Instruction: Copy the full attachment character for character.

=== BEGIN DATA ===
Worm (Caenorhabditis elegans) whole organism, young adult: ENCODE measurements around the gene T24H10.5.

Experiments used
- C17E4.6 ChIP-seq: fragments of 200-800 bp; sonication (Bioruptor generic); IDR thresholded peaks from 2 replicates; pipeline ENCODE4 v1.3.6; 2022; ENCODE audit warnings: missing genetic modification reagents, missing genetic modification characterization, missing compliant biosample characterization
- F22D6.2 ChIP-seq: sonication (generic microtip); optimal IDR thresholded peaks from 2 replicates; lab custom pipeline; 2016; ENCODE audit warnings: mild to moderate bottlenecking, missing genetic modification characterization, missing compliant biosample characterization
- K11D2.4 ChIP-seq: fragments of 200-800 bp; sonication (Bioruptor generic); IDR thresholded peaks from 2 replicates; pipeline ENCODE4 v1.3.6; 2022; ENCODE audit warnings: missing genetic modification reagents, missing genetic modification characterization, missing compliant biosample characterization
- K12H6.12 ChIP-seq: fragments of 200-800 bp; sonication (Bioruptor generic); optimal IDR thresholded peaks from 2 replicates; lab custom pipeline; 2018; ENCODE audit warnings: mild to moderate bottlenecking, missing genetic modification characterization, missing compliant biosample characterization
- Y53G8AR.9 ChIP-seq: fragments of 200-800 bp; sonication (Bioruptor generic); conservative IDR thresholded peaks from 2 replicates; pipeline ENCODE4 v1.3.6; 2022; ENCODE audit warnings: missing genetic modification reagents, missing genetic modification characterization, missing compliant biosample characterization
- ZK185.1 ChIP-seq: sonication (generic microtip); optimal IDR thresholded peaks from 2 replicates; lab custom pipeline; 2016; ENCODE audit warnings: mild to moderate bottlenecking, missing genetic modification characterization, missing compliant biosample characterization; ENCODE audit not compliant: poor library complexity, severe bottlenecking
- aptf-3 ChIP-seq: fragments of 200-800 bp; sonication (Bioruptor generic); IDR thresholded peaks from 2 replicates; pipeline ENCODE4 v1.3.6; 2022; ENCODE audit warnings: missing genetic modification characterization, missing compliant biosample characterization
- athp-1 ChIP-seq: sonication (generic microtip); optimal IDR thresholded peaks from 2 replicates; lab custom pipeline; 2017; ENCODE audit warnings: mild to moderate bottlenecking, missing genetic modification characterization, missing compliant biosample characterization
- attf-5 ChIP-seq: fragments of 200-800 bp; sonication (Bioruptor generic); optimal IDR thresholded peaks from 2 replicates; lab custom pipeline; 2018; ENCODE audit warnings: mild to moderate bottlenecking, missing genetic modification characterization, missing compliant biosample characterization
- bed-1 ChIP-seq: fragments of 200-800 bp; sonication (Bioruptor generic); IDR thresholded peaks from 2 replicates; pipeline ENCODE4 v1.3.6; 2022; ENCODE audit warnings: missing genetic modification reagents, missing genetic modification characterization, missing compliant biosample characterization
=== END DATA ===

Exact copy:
Worm (Caenorhabditis elegans) whole organism, young adult: ENCODE measurements around the gene T24H10.5.

Experiments used
- C17E4.6 ChIP-seq: fragments of 200-800 bp; sonication (Bioruptor generic); IDR thresholded peaks from 2 replicates; pipeline ENCODE4 v1.3.6; 2022; ENCODE audit warnings: missing genetic modification reagents, missing genetic modification characterization, missing compliant biosample characterization
- F22D6.2 ChIP-seq: sonication (generic microtip); optimal IDR thresholded peaks from 2 replicates; lab custom pipeline; 2016; ENCODE audit warnings: mild to moderate bottlenecking, missing genetic modification characterization, missing compliant biosample characterization
- K11D2.4 ChIP-seq: fragments of 200-800 bp; sonication (Bioruptor generic); IDR thresholded peaks from 2 replicates; pipeline ENCODE4 v1.3.6; 2022; ENCODE audit warnings: missing genetic modification reagents, missing genetic modification characterization, missing compliant biosample characterization
- K12H6.12 ChIP-seq: fragments of 200-800 bp; sonication (Bioruptor generic); optimal IDR thresholded peaks from 2 replicates; lab custom pipeline; 2018; ENCODE audit warnings: mild to moderate bottlenecking, missing genetic modification characterization, missing compliant biosample characterization
- Y53G8AR.9 ChIP-seq: fragments of 200-800 bp; sonication (Bioruptor generic); conservative IDR thresholded peaks from 2 replicates; pipeline ENCODE4 v1.3.6; 2022; ENCODE audit warnings: missing genetic modification reagents, missing genetic modification characterization, missing compliant biosample characterization
- ZK185.1 ChIP-seq: sonication (generic microtip); optimal IDR thresholded peaks from 2 replicates; lab custom pipeline; 2016; ENCODE audit warnings: mild to moderate bottlenecking, missing genetic modification characterization, missing compliant biosample characterization; ENCODE audit not compliant: poor library complexity, severe bottlenecking
- aptf-3 ChIP-seq: fragments of 200-800 bp; sonication (Bioruptor generic); IDR thresholded peaks from 2 replicates; pipeline ENCODE4 v1.3.6; 2022; ENCODE audit warnings: missing genetic modification characterization, missing compliant biosample characterization
- athp-1 ChIP-seq: sonication (generic microtip); optimal IDR thresholded peaks from 2 replicates; lab custom pipeline; 2017; ENCODE audit warnings: mild to moderate bottlenecking, missing genetic modification characterization, missing compliant biosample characterization
- attf-5 ChIP-seq: fragments of 200-800 bp; sonication (Bioruptor generic); optimal IDR thresholded peaks from 2 replicates; lab custom pipeline; 2018; ENCODE audit warnings: mild to moderate bottlenecking, missing genetic modification characterization, missing compliant biosample characterization
- bed-1 ChIP-seq: fragments of 200-800 bp; sonication (Bioruptor generic); IDR thresholded peaks from 2 replicates; pipeline ENCODE4 v1.3.6; 2022; ENCODE audit warnings: missing genetic modification reagents, missing genetic modification characterization, missing compliant biosample characterization